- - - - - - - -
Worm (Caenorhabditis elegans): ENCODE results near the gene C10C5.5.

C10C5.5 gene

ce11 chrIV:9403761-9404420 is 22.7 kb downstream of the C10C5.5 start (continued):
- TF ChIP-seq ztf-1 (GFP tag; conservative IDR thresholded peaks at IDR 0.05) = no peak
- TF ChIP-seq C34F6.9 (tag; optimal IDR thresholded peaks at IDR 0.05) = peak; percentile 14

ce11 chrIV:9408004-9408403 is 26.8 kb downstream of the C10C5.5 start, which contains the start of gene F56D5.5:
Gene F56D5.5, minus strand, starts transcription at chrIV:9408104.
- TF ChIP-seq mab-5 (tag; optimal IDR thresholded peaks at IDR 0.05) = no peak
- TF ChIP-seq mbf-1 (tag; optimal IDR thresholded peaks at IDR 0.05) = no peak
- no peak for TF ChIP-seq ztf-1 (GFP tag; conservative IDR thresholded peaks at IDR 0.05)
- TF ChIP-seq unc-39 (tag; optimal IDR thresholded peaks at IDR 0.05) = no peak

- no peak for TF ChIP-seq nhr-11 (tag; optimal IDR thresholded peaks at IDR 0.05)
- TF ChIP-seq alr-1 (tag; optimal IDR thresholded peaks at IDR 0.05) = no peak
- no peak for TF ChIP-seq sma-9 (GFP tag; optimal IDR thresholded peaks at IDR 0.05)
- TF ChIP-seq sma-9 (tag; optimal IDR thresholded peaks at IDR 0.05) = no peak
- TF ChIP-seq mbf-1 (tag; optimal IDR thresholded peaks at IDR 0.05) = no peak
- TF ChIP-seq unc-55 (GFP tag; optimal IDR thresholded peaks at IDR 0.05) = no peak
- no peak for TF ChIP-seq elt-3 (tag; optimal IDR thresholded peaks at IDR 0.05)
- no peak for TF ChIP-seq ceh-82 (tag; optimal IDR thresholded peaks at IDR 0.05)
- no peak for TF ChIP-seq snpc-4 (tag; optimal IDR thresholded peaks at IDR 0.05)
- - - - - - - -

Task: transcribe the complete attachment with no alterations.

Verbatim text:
Worm (Caenorhabditis elegans): ENCODE results near the gene C10C5.5.

C10C5.5 gene

ce11 chrIV:9403761-9404420 is 22.7 kb downstream of the C10C5.5 start (continued):
- TF ChIP-seq ztf-1 (GFP tag; conservative IDR thresholded peaks at IDR 0.05) = no peak
- TF ChIP-seq C34F6.9 (tag; optimal IDR thresholded peaks at IDR 0.05) = peak; percentile 14

ce11 chrIV:9408004-9408403 is 26.8 kb downstream of the C10C5.5 start, which contains the start of gene F56D5.5:
Gene F56D5.5, minus strand, starts transcription at chrIV:9408104.
- TF ChIP-seq mab-5 (tag; optimal IDR thresholded peaks at IDR 0.05) = no peak
- TF ChIP-seq mbf-1 (tag; optimal IDR thresholded peaks at IDR 0.05) = no peak
- no peak for TF ChIP-seq ztf-1 (GFP tag; conservative IDR thresholded peaks at IDR 0.05)
- TF ChIP-seq unc-39 (tag; optimal IDR thresholded peaks at IDR 0.05) = no peak

- no peak for TF ChIP-seq nhr-11 (tag; optimal IDR thresholded peaks at IDR 0.05)
- TF ChIP-seq alr-1 (tag; optimal IDR thresholded peaks at IDR 0.05) = no peak
- no peak for TF ChIP-seq sma-9 (GFP tag; optimal IDR thresholded peaks at IDR 0.05)
- TF ChIP-seq sma-9 (tag; optimal IDR thresholded peaks at IDR 0.05) = no peak
- TF ChIP-seq mbf-1 (tag; optimal IDR thresholded peaks at IDR 0.05) = no peak
- TF ChIP-seq unc-55 (GFP tag; optimal IDR thresholded peaks at IDR 0.05) = no peak
- no peak for TF ChIP-seq elt-3 (tag; optimal IDR thresholded peaks at IDR 0.05)
- no peak for TF ChIP-seq ceh-82 (tag; optimal IDR thresholded peaks at IDR 0.05)
- no peak for TF ChIP-seq snpc-4 (tag; optimal IDR thresholded peaks at IDR 0.05)